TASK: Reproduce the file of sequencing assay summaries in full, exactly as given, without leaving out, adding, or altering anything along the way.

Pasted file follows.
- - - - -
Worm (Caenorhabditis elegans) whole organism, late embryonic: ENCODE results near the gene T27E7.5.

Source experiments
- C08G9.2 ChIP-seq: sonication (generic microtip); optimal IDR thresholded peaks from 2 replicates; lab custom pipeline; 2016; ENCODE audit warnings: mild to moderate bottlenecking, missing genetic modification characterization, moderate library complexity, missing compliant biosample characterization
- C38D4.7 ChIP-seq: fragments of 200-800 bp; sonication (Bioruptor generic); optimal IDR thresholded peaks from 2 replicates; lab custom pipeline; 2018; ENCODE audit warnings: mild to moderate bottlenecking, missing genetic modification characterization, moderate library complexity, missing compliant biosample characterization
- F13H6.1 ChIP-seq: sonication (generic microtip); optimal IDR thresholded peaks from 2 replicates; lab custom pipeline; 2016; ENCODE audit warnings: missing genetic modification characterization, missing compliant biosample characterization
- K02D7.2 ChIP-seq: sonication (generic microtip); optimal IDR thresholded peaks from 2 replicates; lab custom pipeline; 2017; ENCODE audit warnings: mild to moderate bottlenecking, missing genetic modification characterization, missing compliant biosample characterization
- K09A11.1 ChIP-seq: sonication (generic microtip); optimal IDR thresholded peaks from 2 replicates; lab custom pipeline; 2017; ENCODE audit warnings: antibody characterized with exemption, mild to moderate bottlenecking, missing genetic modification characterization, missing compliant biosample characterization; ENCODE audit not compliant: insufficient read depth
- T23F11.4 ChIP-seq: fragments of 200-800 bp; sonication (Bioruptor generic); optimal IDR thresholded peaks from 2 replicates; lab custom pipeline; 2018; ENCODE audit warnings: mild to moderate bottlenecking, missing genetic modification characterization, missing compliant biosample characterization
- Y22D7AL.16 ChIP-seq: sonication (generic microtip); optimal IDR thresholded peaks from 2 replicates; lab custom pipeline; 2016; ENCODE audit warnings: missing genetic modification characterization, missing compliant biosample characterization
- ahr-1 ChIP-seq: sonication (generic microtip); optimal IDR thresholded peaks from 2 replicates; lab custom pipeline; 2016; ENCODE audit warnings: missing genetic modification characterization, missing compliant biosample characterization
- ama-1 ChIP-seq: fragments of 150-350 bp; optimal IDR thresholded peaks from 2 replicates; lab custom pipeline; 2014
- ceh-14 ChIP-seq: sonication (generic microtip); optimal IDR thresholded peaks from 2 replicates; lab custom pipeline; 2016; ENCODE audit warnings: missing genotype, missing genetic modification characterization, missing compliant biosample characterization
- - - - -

Worm (Caenorhabditis elegans) whole organism, late embryonic: ENCODE results near the gene T27E7.5.

Source experiments
- C08G9.2 ChIP-seq: sonication (generic microtip); optimal IDR thresholded peaks from 2 replicates; lab custom pipeline; 2016; ENCODE audit warnings: mild to moderate bottlenecking, missing genetic modification characterization, moderate library complexity, missing compliant biosample characterization
- C38D4.7 ChIP-seq: fragments of 200-800 bp; sonication (Bioruptor generic); optimal IDR thresholded peaks from 2 replicates; lab custom pipeline; 2018; ENCODE audit warnings: mild to moderate bottlenecking, missing genetic modification characterization, moderate library complexity, missing compliant biosample characterization
- F13H6.1 ChIP-seq: sonication (generic microtip); optimal IDR thresholded peaks from 2 replicates; lab custom pipeline; 2016; ENCODE audit warnings: missing genetic modification characterization, missing compliant biosample characterization
- K02D7.2 ChIP-seq: sonication (generic microtip); optimal IDR thresholded peaks from 2 replicates; lab custom pipeline; 2017; ENCODE audit warnings: mild to moderate bottlenecking, missing genetic modification characterization, missing compliant biosample characterization
- K09A11.1 ChIP-seq: sonication (generic microtip); optimal IDR thresholded peaks from 2 replicates; lab custom pipeline; 2017; ENCODE audit warnings: antibody characterized with exemption, mild to moderate bottlenecking, missing genetic modification characterization, missing compliant biosample characterization; ENCODE audit not compliant: insufficient read depth
- T23F11.4 ChIP-seq: fragments of 200-800 bp; sonication (Bioruptor generic); optimal IDR thresholded peaks from 2 replicates; lab custom pipeline; 2018; ENCODE audit warnings: mild to moderate bottlenecking, missing genetic modification characterization, missing compliant biosample characterization
- Y22D7AL.16 ChIP-seq: sonication (generic microtip); optimal IDR thresholded peaks from 2 replicates; lab custom pipeline; 2016; ENCODE audit warnings: missing genetic modification characterization, missing compliant biosample characterization
- ahr-1 ChIP-seq: sonication (generic microtip); optimal IDR thresholded peaks from 2 replicates; lab custom pipeline; 2016; ENCODE audit warnings: missing genetic modification characterization, missing compliant biosample characterization
- ama-1 ChIP-seq: fragments of 150-350 bp; optimal IDR thresholded peaks from 2 replicates; lab custom pipeline; 2014
- ceh-14 ChIP-seq: sonication (generic microtip); optimal IDR thresholded peaks from 2 replicates; lab custom pipeline; 2016; ENCODE audit warnings: missing genotype, missing genetic modification characterization, missing compliant biosample characterization